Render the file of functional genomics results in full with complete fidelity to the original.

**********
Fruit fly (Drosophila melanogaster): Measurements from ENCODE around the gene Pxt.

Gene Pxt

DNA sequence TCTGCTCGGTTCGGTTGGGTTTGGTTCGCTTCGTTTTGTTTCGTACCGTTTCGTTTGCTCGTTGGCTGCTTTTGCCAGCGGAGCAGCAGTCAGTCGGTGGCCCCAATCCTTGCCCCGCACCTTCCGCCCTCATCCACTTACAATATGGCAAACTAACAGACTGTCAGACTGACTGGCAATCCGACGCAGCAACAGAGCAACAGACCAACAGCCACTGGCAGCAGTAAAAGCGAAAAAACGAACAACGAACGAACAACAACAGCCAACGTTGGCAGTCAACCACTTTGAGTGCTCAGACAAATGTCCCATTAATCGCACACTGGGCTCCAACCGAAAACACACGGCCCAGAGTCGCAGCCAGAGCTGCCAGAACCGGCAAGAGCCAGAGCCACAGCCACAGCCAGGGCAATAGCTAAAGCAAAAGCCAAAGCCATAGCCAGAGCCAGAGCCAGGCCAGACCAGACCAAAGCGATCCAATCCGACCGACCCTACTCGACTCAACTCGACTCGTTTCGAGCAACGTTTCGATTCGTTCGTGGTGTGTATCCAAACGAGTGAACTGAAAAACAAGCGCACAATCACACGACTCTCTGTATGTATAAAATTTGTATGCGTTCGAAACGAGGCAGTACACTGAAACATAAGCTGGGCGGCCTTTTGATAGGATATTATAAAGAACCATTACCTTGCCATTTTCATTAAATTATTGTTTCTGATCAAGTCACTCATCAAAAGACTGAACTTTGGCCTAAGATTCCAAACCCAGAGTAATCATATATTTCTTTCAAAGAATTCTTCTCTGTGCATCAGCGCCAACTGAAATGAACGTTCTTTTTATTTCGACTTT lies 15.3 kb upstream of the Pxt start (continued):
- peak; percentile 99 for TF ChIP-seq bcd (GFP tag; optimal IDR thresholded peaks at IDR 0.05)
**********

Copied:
Fruit fly (Drosophila melanogaster): Measurements from ENCODE around the gene Pxt.

Gene Pxt

DNA sequence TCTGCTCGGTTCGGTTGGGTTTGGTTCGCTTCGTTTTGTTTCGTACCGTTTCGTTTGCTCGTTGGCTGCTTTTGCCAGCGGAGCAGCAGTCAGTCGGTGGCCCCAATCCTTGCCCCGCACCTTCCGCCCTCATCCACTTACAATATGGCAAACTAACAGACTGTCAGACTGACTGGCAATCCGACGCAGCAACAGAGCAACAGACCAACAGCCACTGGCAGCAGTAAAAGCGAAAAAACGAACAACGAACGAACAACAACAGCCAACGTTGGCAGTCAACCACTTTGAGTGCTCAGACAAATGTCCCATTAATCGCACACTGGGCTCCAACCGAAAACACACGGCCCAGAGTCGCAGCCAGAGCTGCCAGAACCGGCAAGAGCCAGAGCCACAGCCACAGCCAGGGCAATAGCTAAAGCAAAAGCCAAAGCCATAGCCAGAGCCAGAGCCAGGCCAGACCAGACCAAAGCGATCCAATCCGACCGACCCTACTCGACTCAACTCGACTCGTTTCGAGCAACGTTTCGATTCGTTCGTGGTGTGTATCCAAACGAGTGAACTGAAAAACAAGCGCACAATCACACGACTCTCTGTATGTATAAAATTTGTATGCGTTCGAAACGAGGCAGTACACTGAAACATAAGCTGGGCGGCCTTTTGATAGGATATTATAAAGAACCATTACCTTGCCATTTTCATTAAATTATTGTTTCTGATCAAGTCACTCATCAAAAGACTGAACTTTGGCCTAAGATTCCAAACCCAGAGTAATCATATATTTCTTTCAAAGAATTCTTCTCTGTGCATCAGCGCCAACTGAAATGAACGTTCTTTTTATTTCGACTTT lies 15.3 kb upstream of the Pxt start (continued):
- peak; percentile 99 for TF ChIP-seq bcd (GFP tag; optimal IDR thresholded peaks at IDR 0.05)